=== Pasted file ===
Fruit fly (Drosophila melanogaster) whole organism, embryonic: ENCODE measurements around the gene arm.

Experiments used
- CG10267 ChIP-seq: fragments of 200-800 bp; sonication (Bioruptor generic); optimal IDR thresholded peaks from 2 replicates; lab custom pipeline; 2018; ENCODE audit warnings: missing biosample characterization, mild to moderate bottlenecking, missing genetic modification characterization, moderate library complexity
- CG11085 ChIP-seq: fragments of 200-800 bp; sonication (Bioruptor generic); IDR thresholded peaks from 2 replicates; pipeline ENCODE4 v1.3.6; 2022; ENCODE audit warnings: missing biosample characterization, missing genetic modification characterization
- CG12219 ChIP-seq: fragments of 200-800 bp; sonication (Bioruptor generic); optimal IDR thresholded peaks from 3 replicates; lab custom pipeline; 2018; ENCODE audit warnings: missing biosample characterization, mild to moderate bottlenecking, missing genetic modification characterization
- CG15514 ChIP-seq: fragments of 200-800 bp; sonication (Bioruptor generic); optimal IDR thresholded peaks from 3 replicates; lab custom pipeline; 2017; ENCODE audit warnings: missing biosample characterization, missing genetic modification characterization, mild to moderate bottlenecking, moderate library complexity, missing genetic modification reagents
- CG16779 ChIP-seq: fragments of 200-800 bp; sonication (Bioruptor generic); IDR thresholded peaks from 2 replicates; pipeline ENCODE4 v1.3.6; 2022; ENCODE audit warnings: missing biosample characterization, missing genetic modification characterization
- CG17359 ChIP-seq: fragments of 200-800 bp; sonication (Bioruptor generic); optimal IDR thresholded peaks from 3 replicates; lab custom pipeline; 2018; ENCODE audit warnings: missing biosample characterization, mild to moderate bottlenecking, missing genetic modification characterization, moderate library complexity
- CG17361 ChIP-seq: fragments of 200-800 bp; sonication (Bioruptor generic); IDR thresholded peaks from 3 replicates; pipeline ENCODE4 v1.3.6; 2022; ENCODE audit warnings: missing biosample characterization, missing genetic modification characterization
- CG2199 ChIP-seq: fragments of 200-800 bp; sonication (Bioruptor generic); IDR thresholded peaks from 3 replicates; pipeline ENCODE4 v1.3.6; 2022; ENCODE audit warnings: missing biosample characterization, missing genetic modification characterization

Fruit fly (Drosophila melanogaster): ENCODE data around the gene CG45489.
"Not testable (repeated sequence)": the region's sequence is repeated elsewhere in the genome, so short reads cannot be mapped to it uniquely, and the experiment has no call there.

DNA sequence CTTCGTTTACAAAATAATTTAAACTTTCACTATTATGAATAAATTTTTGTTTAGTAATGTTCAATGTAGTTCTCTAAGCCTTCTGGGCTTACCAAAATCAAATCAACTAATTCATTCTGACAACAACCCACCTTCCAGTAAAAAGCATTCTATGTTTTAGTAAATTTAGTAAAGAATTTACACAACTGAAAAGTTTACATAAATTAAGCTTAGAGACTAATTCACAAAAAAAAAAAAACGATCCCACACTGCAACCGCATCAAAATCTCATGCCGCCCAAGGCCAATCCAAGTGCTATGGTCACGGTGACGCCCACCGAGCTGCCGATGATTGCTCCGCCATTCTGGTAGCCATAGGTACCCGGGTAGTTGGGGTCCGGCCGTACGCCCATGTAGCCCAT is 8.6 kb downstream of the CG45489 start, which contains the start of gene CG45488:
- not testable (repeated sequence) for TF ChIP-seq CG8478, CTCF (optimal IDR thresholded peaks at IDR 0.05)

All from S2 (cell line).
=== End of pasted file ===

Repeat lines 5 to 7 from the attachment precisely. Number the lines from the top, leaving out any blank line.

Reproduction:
- CG12219 ChIP-seq: fragments of 200-800 bp; sonication (Bioruptor generic); optimal IDR thresholded peaks from 3 replicates; lab custom pipeline; 2018; ENCODE audit warnings: missing biosample characterization, mild to moderate bottlenecking, missing genetic modification characterization
- CG15514 ChIP-seq: fragments of 200-800 bp; sonication (Bioruptor generic); optimal IDR thresholded peaks from 3 replicates; lab custom pipeline; 2017; ENCODE audit warnings: missing biosample characterization, missing genetic modification characterization, mild to moderate bottlenecking, moderate library complexity, missing genetic modification reagents
- CG16779 ChIP-seq: fragments of 200-800 bp; sonication (Bioruptor generic); IDR thresholded peaks from 2 replicates; pipeline ENCODE4 v1.3.6; 2022; ENCODE audit warnings: missing biosample characterization, missing genetic modification characterization